The Criminal Justice BA (Research and Policy Analysis) was completely revised in 2012 and now ranks among the most innovative criminal justice programs in the United States. Unlike most criminal justice programs, which emphasize factual knowledge of the status quo, the criminal justice BA helps students develop the capacity to analyze, critique, and change the existing criminal justice system. The professors who teach in the major view crime as a social problem that can be improved. In the classroom, the emphasis of the major is on developing analytical skills, ethical reasoning, and a capacity for solving problems. The major aspires to cultivate creative and original thinking about one of the most challenging social problems of our time and to develop the next generation of leaders who will help solve that problem. (Prerequisites & Requirements, Admissions Information)
Chairperson: Evan Mandery, Department of Criminal Justice, 212.237.8389,firstname.lastname@example.org.
The Baccalaureate/Master’s Degree Program (BA/MA) provides academically advanced students the opportunity to pursue simultaneously the baccalaureate and master’s degrees. It is available to students studying criminal justice, forensic psychology and public administration. The number of undergraduate electives and courses in the major are reduced for BA/MA candidates, thus enabling them to begin graduate courses once they have fulfilled the college general education requirements and some of the requirements of their major. Graduate courses then fulfill certain undergraduate requirements. For detailed information, click here.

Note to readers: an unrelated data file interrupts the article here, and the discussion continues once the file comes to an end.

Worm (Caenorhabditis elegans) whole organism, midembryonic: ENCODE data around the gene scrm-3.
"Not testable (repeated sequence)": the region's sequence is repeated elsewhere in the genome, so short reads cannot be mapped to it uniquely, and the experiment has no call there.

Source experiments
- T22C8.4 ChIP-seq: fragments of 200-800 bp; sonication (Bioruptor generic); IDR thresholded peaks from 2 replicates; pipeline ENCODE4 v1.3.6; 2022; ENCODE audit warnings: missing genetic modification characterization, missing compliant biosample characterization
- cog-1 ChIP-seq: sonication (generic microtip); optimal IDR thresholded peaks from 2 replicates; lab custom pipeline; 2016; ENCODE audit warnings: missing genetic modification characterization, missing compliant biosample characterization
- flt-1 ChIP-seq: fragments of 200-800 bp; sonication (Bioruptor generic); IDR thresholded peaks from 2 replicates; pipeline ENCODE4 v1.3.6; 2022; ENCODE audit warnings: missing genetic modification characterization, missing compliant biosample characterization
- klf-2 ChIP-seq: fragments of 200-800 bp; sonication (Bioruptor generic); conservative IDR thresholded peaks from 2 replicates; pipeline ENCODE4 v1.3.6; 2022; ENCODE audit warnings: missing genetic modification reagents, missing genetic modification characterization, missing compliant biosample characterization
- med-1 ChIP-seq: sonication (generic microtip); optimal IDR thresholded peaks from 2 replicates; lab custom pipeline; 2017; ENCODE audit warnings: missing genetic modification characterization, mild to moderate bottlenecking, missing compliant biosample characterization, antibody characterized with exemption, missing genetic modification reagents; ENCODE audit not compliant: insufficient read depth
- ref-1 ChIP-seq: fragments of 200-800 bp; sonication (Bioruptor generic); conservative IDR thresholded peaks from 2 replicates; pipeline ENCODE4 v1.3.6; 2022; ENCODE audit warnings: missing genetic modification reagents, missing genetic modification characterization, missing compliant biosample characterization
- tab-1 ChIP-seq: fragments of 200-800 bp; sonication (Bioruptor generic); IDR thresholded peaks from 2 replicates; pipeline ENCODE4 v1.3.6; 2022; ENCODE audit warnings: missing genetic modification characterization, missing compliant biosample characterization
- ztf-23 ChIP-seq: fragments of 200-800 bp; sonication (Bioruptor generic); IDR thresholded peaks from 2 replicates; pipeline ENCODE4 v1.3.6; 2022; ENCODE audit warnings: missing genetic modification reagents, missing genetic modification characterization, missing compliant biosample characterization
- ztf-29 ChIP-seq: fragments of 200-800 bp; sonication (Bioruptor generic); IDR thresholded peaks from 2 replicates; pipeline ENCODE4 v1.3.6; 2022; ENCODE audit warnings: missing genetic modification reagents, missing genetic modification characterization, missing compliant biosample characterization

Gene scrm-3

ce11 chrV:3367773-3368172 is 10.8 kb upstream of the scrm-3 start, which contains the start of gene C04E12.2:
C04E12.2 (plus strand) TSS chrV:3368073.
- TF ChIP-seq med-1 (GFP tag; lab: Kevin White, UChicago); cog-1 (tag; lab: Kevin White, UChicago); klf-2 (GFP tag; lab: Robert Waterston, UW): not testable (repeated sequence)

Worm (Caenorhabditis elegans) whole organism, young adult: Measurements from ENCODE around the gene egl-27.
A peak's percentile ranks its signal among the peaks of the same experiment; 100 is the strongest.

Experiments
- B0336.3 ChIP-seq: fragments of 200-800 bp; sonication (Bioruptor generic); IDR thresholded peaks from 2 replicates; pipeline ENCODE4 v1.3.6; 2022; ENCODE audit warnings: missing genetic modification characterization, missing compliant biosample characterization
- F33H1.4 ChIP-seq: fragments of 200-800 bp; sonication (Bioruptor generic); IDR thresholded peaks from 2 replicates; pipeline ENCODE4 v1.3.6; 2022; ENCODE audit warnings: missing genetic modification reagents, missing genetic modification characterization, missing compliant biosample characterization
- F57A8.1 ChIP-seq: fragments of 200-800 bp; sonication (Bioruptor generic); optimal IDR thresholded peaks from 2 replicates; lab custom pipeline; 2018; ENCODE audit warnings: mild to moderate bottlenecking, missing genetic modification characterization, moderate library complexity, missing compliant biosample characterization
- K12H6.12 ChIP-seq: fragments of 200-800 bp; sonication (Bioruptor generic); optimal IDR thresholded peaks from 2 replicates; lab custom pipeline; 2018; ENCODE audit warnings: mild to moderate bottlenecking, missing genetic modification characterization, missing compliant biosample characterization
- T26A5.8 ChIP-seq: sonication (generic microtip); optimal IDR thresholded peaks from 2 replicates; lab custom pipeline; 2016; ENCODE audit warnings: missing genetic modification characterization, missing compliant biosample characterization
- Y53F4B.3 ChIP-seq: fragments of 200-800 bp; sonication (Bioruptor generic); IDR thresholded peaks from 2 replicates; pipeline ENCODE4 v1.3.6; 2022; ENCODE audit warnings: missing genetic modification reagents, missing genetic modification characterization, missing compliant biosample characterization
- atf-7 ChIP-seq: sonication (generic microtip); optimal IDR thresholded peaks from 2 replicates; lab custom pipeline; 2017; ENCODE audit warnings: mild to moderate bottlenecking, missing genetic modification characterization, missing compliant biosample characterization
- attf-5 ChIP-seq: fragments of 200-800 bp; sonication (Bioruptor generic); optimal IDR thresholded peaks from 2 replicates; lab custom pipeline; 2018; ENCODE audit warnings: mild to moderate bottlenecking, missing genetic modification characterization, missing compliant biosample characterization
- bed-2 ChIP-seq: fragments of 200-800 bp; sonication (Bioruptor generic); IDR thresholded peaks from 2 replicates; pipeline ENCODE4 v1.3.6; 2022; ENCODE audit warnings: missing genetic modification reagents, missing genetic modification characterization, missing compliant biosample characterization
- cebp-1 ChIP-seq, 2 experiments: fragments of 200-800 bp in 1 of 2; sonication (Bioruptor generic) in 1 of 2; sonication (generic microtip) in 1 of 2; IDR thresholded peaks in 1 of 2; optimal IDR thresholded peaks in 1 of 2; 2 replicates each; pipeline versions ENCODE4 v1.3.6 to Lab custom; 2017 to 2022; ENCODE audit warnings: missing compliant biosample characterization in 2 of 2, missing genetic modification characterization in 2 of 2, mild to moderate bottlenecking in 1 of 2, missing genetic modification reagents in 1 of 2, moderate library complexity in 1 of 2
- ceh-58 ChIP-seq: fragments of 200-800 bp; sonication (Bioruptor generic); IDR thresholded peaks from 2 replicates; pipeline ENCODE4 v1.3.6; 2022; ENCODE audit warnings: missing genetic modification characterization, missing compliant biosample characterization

Director:Professor Jennifer Dysart, Department of Psychology, 212.484.1160,email@example.com
The aim of the Master of Arts in Criminal Justice Program is to broaden the perspective of those already in the criminal justice profession and prepare students for further graduate work and scholarship. Its courses provide a general survey of the field covering research methods causes of crime and analysis of the police, courts and correctional system. In addition, courses are offered in criminal law crime mapping, cybercrime, information security and technology, as well as drug abuse and terrorism. Students must specialize in one of eight areas: Criminology and Deviance, Criminal Law and Procedure, Police Administration, Correction Administration, Computer Applications in Criminal Justice, Study of Drug and Alcohol Abuse, Investigative Techniques, or Juvenile Justice. (Prerequisites & Requirements, Admissions Information)
Program Director: Professor Avram Bornstein, Department of Anthropology, 212.237.8287, firstname.lastname@example.org
The Doctoral Program in Criminal Justice of the City University of New York at John Jay College offers interdisciplinary education in the fields of criminal justice, criminology, and forensic science. The program prepares students for careers of scholarship and teaching in criminal justice and related areas. Students receive rigorous training in four core areas: criminological theory, forensic psychology, criminal justice policy and criminal law. All students develop a concentration in at least one of these areas as well as a firm grounding in social science research methods and statistics. (General Information, Admissions Information)
Executive Officer: Professor Deborah Koetzle, Department of Criminal Justice, 212.237.8988, email@example.com
Assistant Program Officer: Shari Rodriguez-Vasquez, MPA, 212.237.8988,firstname.lastname@example.org